Running along the walls of the room is an inscription reminding the merchants where they were and calling them to honour their surroundings and to trade honestly and fairly. Those failing to do this (well, those who fell foul of the city leaders anyway) were sent to the dark cellars of the Tower which rises up through the roof of the building. The merchants were given six months to settle their debts or pay back what they had been judged to have cheated (not that easy when you’re trapped in a rat-infested dungeon). If they did not comply they were taken to the chapel at the top of the Tower. On their way up, they probably, given the circumstances, neglected to admire the unique stone staircase ingeniously built without a central column. After making their peace with their maker, they were taken to their own table on the trading floor and beheaded in front of their fellow merchants. The city then took back its cloth and gave the table to someone else. Now that’s what I’d call zero tolerance to white collar crime.
The Consulat del Mar or maritime consulate is accessed through the garden at the back of the building. This was luxury office space (the ceilings are decorated with gold leaf and fine wood carvings) for the trade delegations which were maintained by all the major trading cities of the Mediterranean in the fifteenth century, with representatives from as far afield as Damascus, Rome, Venice, Egypt, Beirut and many others.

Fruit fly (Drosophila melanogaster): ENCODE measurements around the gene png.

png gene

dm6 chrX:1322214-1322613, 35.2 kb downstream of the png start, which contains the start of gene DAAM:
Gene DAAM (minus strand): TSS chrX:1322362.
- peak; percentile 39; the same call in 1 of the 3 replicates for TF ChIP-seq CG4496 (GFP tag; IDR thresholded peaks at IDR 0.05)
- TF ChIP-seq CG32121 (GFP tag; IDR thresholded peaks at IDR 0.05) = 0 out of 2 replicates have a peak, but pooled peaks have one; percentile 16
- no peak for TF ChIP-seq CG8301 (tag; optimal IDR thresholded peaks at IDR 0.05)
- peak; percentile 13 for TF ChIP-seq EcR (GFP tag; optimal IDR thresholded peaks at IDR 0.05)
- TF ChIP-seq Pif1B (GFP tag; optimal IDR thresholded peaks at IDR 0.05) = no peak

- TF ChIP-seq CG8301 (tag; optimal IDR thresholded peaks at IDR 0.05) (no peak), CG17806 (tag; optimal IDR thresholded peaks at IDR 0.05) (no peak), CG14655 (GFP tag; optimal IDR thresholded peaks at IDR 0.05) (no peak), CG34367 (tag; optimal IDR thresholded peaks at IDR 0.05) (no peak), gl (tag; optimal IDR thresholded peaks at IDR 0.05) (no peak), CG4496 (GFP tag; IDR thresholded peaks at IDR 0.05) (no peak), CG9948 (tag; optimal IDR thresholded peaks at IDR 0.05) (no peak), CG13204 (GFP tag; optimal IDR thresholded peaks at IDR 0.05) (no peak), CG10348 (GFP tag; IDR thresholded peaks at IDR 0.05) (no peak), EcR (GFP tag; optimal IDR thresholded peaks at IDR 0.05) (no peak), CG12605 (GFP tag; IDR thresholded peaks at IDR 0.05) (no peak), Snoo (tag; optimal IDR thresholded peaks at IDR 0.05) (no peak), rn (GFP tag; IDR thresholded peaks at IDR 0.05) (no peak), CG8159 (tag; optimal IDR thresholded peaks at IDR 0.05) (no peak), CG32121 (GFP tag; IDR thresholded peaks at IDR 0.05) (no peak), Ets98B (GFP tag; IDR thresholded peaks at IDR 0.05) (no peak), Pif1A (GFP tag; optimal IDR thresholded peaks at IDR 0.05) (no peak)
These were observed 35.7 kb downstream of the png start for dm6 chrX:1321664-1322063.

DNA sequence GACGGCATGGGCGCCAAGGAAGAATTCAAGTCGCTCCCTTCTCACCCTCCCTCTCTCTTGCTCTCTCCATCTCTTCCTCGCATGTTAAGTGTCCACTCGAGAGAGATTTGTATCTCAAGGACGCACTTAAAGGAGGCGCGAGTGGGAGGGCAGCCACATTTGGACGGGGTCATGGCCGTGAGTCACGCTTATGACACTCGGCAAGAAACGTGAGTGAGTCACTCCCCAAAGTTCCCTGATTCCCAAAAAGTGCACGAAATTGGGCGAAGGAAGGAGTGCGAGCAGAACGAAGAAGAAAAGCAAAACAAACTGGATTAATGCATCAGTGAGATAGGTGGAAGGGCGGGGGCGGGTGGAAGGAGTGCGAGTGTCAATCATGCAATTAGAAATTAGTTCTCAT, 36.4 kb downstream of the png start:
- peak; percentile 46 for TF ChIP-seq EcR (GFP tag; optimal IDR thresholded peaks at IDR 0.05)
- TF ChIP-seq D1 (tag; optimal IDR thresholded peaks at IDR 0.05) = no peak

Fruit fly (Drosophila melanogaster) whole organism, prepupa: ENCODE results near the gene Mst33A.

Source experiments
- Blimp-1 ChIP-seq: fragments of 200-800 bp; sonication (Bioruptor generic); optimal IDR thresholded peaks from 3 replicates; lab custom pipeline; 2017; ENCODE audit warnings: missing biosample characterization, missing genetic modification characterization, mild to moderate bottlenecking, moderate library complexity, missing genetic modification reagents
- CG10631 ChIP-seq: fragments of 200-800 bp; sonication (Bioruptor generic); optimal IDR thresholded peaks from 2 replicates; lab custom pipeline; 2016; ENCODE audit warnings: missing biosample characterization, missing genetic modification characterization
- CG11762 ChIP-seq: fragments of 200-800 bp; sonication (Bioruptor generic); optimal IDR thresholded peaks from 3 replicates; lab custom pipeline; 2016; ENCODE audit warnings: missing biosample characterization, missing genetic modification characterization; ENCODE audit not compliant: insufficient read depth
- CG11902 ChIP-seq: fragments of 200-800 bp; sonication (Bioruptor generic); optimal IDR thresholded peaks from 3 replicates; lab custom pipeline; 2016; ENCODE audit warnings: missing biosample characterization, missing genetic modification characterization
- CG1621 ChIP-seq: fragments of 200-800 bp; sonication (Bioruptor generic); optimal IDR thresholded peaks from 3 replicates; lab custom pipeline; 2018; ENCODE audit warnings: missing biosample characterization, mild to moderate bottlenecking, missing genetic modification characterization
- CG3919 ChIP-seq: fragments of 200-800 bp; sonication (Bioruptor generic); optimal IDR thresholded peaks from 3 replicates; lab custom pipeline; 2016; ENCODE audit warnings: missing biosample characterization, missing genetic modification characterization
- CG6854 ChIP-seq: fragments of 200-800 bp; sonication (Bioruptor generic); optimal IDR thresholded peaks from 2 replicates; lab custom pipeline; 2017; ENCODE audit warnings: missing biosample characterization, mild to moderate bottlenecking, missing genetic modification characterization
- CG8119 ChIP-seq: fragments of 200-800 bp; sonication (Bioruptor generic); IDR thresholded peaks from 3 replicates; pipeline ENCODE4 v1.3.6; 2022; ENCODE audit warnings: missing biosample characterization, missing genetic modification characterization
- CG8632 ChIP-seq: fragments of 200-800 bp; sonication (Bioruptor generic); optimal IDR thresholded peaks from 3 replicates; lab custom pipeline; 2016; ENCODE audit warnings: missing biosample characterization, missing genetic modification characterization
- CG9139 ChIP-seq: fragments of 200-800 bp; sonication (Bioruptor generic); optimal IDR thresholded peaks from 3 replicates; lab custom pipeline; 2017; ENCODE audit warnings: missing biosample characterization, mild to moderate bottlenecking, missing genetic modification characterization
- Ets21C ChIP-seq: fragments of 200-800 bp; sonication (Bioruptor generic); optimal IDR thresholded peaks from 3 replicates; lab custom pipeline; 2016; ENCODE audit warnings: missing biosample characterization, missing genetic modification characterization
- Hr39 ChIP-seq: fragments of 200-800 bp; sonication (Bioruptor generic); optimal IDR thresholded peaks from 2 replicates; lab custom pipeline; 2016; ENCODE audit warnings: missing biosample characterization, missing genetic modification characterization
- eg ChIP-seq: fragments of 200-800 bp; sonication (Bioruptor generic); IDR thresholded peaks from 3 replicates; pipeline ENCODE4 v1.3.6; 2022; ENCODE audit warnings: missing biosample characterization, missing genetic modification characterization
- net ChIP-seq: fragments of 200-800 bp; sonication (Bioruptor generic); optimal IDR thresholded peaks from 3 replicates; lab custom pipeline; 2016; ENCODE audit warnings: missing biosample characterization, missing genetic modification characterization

On the exterior wall is one of the mysteries of La Lonja. The wall is decorated with a series of forty medals bearing men’s faces but historians can’t make up their minds who they are supposed to be. Are they Roman Emperors? Aragon kings? Leading merchants? Famous paella chefs? Ali Baba’s forty thieves? We’ll probably never know.
After the discovery of America, Spain’s Mediterranean ports started gradually to decline as importance shifted to the Atlantic coast. Valencia’s Golden Age was coming to an end, as was the heyday of La Lonja. It remained an important part of the Valencian economy as the city’s silk exchange until the nineteenth century when oranges and rice replaced silk as the region’s principal export. During the civil was, La Lonja was briefly to recapture its former glories when it was used to house the Spanish parliament while Valencia was capital of the Republic.
So, in the twenty-first century, what do you do with a wholly exceptional example of a secular building in late Gothic style, which dramatically illustrates the power and wealth of one of the great Mediterranean mercantile cities? Well, that’s a problem that successive Valencian governments have consistently failed to find a solution to. It has been used for parties, royal weddings, as an exhibition centre and a museum. Since its designation as a World Heritage sight La Lonja has become a bit of a museum piece in itself and is considered to be too precious for such trivial uses.
Even the annual exhibition of Fallas figures has been moved to a local shopping centre. While the Cathedral still serves the purpose for which it was built and the Mercado Central across the road bristles with the very lifeblood of the city, La Lonja stands dustily still and largely empty.
David Rhead and José Marín